A day after just falling short in a breakaway effort, French national champion Thomas Voeckler (Europcar) got in right with victory in Wednesday’s 191km seven-climb fourth stage at Paris-Nice when a four-man breakaway stayed clear of the fast-chasing peloton.
Voeckler and three others had just enough in the tank to fend off the sprinters to contest for the flowers in the rollercoaster stage over a series of short but steep climbs across France’s Beaujolais wine country. Voeckler came off Thomas De Gendt’s wheel to win for the third time in 2011 and claim his first career stage victory at Paris-Nice after several years of knocking on the door at the important, weeklong French race.
“I had been waiting for this since 2003. I was second twice in the past years and I tried again yesterday. Today, I said to myself to try my luck far from the finish as the last climb was far from the line. I had good riders with me. It was close, but it was good enough,” Voeckler said after the stage.
“In the Tour de France 2004, I swapped the French champion jersey for the yellow jersey and it would be good to do it again on Paris-Nice. But with the time trial on Friday I don’t have the slightest chance to win Paris-Nice. I’m already happy to have won a stage for the team. I will try to win another one. Our week is already good.”
De Gendt (Vacansoleil) helped Voeckler set the pace throughout the hard-fought stage and also earned his just rewards, finishing third and scooping up enough time bonuses on the road and at the line to displace overnight leader Matthew Goss and move back into the overall leader’s jersey. Voeckler slots into second, now 10 seconds adrift, with Remi Pauriol (FDJ), second in the stage and the new best climber, third at 16 seconds adrift.
“At first I just wanted to go for the sprint and take seconds, thinking that if Goss was in the peloton, I might take back the jersey. We just kept riding and they could not catch us,” said De Gendt, already a winner in stage 1. “I had good legs, I wanted to ride in the front. I didn’t expect it to go so well. I was riding just for the yellow jersey. If I wanted to win the stage, I would have played it smarter. To take the jersey is also nice. Tomorrow is a hard stage, I have thirty seconds on the first real climbers. Maybe it will be enough, maybe not. I don’t think so …”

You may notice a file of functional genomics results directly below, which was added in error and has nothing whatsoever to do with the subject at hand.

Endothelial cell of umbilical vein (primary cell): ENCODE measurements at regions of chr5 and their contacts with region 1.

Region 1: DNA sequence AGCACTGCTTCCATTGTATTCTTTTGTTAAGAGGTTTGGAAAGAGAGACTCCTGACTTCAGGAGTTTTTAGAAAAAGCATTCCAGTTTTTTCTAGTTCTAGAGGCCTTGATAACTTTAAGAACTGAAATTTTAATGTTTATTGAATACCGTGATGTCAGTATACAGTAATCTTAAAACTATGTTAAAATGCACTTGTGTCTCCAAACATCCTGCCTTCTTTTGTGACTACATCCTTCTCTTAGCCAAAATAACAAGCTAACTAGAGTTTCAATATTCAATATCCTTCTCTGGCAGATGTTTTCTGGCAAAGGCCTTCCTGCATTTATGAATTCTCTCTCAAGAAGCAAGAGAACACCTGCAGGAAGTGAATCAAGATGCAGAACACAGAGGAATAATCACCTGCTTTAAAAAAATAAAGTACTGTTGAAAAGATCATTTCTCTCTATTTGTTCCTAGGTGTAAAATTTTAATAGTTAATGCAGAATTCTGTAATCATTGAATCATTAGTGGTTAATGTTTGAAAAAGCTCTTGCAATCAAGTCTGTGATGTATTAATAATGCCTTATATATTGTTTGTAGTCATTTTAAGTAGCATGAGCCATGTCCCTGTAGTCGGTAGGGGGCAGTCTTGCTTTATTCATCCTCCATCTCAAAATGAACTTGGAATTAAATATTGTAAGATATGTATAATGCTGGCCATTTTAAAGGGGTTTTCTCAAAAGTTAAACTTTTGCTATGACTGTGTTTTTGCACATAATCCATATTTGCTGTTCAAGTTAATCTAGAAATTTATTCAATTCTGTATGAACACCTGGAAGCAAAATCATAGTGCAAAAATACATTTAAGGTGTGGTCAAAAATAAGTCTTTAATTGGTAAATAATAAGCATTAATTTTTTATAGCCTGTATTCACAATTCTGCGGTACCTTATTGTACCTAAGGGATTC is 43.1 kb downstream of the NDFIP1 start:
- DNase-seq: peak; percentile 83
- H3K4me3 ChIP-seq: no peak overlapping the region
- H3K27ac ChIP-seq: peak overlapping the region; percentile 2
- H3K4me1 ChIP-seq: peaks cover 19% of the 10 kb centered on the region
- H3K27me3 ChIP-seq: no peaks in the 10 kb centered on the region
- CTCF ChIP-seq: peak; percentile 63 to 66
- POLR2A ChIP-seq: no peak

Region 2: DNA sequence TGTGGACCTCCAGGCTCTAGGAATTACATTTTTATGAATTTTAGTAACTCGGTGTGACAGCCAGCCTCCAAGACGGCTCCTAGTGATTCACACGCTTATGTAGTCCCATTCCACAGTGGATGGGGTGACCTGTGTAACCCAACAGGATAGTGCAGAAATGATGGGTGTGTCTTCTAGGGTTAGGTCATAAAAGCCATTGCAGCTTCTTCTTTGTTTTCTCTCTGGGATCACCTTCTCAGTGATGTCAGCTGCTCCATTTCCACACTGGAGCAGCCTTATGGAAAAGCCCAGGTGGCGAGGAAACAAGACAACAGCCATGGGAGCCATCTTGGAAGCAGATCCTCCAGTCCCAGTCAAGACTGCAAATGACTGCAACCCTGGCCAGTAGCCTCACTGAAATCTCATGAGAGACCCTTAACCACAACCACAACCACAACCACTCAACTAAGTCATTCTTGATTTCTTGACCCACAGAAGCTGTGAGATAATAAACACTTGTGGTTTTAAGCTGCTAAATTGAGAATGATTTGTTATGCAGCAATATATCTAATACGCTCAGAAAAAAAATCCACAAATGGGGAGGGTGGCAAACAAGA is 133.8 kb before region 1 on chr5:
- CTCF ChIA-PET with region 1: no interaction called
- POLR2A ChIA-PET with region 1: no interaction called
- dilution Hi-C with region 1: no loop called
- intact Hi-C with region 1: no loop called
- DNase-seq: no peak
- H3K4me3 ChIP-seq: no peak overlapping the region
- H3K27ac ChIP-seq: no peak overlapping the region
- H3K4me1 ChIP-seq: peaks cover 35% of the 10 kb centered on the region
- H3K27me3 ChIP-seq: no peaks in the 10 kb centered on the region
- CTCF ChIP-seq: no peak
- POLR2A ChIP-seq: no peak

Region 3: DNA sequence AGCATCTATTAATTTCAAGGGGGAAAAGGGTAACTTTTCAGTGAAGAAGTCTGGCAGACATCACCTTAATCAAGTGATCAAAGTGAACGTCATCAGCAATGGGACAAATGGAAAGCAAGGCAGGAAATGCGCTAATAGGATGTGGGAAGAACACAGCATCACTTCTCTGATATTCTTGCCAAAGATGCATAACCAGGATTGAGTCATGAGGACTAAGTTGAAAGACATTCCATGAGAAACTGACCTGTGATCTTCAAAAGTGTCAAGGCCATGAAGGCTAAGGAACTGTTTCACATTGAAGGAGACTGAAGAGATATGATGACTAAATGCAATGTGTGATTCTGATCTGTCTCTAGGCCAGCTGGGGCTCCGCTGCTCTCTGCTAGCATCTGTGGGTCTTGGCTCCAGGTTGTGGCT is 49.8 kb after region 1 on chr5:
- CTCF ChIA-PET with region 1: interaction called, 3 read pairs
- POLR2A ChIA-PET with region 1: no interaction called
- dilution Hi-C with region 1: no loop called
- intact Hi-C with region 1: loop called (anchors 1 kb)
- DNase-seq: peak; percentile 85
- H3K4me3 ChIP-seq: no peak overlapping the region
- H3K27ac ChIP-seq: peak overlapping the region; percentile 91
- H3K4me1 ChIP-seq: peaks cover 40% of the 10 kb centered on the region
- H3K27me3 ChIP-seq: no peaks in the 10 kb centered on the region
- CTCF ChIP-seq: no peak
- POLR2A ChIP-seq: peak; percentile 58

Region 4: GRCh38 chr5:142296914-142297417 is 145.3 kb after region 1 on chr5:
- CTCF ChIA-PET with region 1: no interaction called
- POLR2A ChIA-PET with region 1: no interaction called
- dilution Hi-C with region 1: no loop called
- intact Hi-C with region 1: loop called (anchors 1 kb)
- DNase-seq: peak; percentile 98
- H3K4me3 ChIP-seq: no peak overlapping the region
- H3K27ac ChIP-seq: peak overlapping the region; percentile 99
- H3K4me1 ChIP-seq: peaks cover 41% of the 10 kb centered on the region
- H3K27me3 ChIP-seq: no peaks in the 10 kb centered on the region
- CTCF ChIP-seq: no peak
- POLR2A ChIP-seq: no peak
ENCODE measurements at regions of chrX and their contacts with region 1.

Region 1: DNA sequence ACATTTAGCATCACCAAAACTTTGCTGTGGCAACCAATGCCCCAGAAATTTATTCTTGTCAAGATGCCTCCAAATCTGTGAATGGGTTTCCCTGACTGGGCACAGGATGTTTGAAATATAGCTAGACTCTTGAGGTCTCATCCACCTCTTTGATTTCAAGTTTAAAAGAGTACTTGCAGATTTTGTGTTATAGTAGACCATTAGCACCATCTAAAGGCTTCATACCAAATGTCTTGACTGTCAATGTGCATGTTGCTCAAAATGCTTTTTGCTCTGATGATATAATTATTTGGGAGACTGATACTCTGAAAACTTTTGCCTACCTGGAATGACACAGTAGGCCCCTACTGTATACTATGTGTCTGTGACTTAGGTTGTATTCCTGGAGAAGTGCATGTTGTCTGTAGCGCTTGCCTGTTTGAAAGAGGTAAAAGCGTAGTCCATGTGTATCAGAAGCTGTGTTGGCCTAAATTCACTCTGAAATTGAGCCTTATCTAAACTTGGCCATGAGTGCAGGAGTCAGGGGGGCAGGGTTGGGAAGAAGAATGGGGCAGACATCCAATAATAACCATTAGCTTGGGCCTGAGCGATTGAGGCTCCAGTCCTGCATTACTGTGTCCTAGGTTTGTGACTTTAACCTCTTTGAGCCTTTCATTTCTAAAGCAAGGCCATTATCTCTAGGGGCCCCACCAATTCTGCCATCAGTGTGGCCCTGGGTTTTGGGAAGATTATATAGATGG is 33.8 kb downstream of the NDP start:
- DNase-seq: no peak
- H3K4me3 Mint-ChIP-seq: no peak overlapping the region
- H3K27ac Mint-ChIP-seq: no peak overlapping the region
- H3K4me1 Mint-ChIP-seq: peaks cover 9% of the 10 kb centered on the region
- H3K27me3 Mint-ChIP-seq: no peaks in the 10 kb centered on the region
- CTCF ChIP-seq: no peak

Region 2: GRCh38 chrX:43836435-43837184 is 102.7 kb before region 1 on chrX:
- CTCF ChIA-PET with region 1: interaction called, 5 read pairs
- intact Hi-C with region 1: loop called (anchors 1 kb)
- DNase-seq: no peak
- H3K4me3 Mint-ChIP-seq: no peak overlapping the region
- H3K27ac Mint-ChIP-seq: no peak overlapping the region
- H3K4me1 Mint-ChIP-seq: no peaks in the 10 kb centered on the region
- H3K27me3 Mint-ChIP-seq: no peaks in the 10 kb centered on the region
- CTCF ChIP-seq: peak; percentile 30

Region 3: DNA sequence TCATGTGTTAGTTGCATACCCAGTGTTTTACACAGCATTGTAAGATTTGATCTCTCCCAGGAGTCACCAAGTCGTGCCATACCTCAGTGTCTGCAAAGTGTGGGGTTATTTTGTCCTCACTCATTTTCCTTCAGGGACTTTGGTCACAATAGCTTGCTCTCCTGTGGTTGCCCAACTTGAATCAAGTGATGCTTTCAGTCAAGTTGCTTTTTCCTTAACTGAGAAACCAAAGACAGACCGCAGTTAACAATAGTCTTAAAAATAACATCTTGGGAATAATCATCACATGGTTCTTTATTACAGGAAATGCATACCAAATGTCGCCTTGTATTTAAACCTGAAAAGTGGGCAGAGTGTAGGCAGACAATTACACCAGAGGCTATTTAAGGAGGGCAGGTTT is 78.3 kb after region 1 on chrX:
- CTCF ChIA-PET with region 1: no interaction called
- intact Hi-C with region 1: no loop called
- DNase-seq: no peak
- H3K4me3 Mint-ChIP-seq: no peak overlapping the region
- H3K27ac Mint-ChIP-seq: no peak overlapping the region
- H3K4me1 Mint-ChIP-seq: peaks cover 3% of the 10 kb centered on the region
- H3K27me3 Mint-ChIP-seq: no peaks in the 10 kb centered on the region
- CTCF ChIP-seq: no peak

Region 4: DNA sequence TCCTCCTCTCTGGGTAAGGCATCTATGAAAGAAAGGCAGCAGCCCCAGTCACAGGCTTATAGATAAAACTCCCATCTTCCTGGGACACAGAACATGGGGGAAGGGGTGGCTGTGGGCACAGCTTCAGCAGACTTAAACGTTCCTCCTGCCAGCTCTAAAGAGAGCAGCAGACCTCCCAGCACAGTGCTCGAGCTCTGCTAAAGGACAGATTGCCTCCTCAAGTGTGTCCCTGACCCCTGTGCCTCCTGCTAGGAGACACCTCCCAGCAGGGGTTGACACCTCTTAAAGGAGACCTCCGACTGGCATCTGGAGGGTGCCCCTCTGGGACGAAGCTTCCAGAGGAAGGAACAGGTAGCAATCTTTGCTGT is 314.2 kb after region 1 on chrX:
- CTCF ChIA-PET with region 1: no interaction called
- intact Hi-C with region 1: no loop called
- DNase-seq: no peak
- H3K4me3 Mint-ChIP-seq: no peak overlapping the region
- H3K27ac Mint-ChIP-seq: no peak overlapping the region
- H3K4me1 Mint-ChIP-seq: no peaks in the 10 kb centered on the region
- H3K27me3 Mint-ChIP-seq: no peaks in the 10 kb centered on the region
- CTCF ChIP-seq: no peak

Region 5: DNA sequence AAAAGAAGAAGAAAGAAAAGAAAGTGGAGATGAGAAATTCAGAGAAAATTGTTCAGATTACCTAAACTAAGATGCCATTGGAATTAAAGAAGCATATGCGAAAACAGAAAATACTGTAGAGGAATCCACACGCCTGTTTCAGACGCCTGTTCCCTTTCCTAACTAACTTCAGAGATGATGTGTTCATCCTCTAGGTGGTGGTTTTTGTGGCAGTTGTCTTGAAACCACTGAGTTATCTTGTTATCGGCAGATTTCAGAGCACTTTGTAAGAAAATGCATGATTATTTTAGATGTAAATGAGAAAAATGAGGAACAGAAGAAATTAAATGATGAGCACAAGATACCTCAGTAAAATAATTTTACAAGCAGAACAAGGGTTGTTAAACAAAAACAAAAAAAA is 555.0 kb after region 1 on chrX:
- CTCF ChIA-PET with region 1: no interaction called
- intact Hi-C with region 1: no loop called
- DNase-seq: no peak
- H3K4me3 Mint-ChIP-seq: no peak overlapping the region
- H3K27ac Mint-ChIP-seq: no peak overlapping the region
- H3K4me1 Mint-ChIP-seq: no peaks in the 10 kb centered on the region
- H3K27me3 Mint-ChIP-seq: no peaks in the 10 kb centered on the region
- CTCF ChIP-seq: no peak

The main pack was split over the final climbs and took too long to organize an effective chase in the closing 20km. The gap was under 30 seconds with three kilometers to go, but the breakaway managed to hang on to dispute the stage.
Heinrich Haussler (Garmin-Cervélo) led the bunch across the line at 13 seconds back. With the break staying clear, Goss (HTC-Highroad) did not contest the sprint and slipped to fourth at 21 seconds back.
Olympic champion Samuel Sánchez (Euskaltel-Euskadi) and Levi Leipheimer (RadioShack) both went down in a spill coming off a climb midway through the stage, but both were able to finish with the main pack to keep alive their GC options.
Break down to the wire
Peter Sagan (Liquigas-Cannondale) started despite going down in a heavy fall in the final sprint Tuesday, but early in the day, Russian sprinting protégé Denis Galimzyanov (Katusha), who started the day fifth overall, would abandon.
The terrain was ideal for the head-bangers to give it a shove. Voeckler (Europcar), picking up from his attack Tuesday, was one of the main instigators early in the stage to help forge the main breakaway.
Four others followed, including De Gendt, Rémi Pauriol (FDJ), Remi Di Gregorio (Astana) and Francis De Greef (Omega-Lotto). A few riders failed to bridge out and the race was on.
The leading five quickly opened up a gap of 4:50 at the top of the Cote de Propieres at 56.5km. The lead grew to 5:15 over the Cat. 3 Col des Ecorbans at 65km.
De Gendt was doing a good job picking up intermediate sprints for a total of six seconds and putting pressure on overnight leader Goss to reclaim the “virtual” leader’s jersey by four seconds.
The break was back under two minutes with two more climbs to go, and De Gendt showed no intention of giving up easy. The final climbs split up the peloton as Liquigas-Cannondale upped the chase, shelling riders out the back of the bunch. The gap still stood at 1 minute with 10km to go as the route hit some flats for the final run to the line.
De Greef dropped back and the leading four were hanging on to a 27-second gap with 3km to go. It went down to the wire, with the breakaway crossing the line victorious just a few pedal strokes ahead of the chasing peloton.
The 69th Paris-Nice continues Thursday with another challenging stage that’s sure to hake up the overall standings. Seven climbs are on the menu across the Monts du Lyonnais and the Ardèche, including two first-category climbs. The Cat. 1 Col de la Mure, less than 10km from the finish, makes it Paris-Nice debut, with ramps as steep as 12 percent up the 8km ascent. After reaching the summit, riders will have to negotiate a technical descent and a long false-flat before reaching the finish line at Vernoux-en-Vivarais.